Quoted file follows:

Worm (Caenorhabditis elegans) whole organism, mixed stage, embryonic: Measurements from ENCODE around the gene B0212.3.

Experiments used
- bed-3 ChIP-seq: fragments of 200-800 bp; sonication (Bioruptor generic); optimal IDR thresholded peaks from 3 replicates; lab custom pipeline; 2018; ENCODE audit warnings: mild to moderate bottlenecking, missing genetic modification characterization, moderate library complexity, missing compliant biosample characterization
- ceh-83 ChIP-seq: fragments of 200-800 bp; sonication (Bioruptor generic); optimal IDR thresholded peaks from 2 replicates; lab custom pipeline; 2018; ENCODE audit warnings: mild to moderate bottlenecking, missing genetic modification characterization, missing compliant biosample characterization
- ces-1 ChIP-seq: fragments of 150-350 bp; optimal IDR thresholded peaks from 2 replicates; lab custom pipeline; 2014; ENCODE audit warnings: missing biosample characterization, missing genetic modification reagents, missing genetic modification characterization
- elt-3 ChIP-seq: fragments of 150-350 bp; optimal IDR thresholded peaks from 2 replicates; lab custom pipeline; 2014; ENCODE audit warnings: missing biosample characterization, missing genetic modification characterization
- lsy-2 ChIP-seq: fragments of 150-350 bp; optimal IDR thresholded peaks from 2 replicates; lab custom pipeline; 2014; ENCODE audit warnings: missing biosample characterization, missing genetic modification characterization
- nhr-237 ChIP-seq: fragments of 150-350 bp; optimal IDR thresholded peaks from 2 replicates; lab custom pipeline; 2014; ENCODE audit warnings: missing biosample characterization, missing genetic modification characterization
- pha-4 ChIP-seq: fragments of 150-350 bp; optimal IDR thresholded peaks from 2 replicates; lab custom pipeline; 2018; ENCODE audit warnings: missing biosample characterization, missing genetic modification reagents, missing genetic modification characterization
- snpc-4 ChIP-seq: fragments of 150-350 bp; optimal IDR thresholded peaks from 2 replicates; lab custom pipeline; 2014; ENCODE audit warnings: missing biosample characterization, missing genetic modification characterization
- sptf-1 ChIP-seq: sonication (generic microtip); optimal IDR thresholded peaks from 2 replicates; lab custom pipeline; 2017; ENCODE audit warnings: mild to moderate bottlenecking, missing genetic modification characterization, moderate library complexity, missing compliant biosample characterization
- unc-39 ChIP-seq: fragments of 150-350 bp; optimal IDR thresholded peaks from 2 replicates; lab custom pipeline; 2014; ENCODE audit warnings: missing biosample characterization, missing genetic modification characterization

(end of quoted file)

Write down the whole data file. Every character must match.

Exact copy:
Worm (Caenorhabditis elegans) whole organism, mixed stage, embryonic: Measurements from ENCODE around the gene B0212.3.

Experiments used
- bed-3 ChIP-seq: fragments of 200-800 bp; sonication (Bioruptor generic); optimal IDR thresholded peaks from 3 replicates; lab custom pipeline; 2018; ENCODE audit warnings: mild to moderate bottlenecking, missing genetic modification characterization, moderate library complexity, missing compliant biosample characterization
- ceh-83 ChIP-seq: fragments of 200-800 bp; sonication (Bioruptor generic); optimal IDR thresholded peaks from 2 replicates; lab custom pipeline; 2018; ENCODE audit warnings: mild to moderate bottlenecking, missing genetic modification characterization, missing compliant biosample characterization
- ces-1 ChIP-seq: fragments of 150-350 bp; optimal IDR thresholded peaks from 2 replicates; lab custom pipeline; 2014; ENCODE audit warnings: missing biosample characterization, missing genetic modification reagents, missing genetic modification characterization
- elt-3 ChIP-seq: fragments of 150-350 bp; optimal IDR thresholded peaks from 2 replicates; lab custom pipeline; 2014; ENCODE audit warnings: missing biosample characterization, missing genetic modification characterization
- lsy-2 ChIP-seq: fragments of 150-350 bp; optimal IDR thresholded peaks from 2 replicates; lab custom pipeline; 2014; ENCODE audit warnings: missing biosample characterization, missing genetic modification characterization
- nhr-237 ChIP-seq: fragments of 150-350 bp; optimal IDR thresholded peaks from 2 replicates; lab custom pipeline; 2014; ENCODE audit warnings: missing biosample characterization, missing genetic modification characterization
- pha-4 ChIP-seq: fragments of 150-350 bp; optimal IDR thresholded peaks from 2 replicates; lab custom pipeline; 2018; ENCODE audit warnings: missing biosample characterization, missing genetic modification reagents, missing genetic modification characterization
- snpc-4 ChIP-seq: fragments of 150-350 bp; optimal IDR thresholded peaks from 2 replicates; lab custom pipeline; 2014; ENCODE audit warnings: missing biosample characterization, missing genetic modification characterization
- sptf-1 ChIP-seq: sonication (generic microtip); optimal IDR thresholded peaks from 2 replicates; lab custom pipeline; 2017; ENCODE audit warnings: mild to moderate bottlenecking, missing genetic modification characterization, moderate library complexity, missing compliant biosample characterization
- unc-39 ChIP-seq: fragments of 150-350 bp; optimal IDR thresholded peaks from 2 replicates; lab custom pipeline; 2014; ENCODE audit warnings: missing biosample characterization, missing genetic modification characterization